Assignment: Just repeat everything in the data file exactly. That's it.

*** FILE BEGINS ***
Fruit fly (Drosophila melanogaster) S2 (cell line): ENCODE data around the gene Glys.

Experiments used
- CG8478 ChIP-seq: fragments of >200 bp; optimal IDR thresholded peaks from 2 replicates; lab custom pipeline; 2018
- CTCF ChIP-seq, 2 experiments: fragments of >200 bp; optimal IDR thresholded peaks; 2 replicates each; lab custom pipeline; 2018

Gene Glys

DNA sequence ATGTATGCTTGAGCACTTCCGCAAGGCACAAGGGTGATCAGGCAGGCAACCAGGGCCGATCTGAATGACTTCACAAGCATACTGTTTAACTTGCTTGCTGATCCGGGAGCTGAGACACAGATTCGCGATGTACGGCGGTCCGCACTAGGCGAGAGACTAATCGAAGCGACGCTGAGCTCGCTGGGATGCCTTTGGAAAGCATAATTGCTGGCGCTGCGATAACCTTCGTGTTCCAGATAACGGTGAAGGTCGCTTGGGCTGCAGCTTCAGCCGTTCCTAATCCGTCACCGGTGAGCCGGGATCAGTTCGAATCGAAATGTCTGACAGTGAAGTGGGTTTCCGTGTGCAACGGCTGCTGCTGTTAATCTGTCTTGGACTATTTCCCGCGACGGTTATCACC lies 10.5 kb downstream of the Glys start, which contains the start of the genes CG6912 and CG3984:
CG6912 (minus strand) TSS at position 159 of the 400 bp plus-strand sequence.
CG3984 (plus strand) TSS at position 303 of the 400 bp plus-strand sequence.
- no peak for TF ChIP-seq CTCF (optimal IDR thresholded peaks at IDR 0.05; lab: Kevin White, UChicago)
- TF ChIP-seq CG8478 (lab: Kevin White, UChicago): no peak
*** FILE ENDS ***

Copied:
Fruit fly (Drosophila melanogaster) S2 (cell line): ENCODE data around the gene Glys.

Experiments used
- CG8478 ChIP-seq: fragments of >200 bp; optimal IDR thresholded peaks from 2 replicates; lab custom pipeline; 2018
- CTCF ChIP-seq, 2 experiments: fragments of >200 bp; optimal IDR thresholded peaks; 2 replicates each; lab custom pipeline; 2018

Gene Glys

DNA sequence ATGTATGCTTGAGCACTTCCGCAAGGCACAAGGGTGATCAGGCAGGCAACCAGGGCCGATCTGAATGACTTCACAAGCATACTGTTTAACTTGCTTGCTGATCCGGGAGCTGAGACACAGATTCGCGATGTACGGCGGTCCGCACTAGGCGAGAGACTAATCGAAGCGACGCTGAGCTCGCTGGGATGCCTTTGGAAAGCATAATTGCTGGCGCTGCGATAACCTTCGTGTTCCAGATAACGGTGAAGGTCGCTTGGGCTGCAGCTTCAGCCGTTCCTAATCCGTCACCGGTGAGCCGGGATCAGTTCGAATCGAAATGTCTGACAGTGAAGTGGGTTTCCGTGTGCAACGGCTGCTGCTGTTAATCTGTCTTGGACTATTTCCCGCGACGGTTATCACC lies 10.5 kb downstream of the Glys start, which contains the start of the genes CG6912 and CG3984:
CG6912 (minus strand) TSS at position 159 of the 400 bp plus-strand sequence.
CG3984 (plus strand) TSS at position 303 of the 400 bp plus-strand sequence.
- no peak for TF ChIP-seq CTCF (optimal IDR thresholded peaks at IDR 0.05; lab: Kevin White, UChicago)
- TF ChIP-seq CG8478 (lab: Kevin White, UChicago): no peak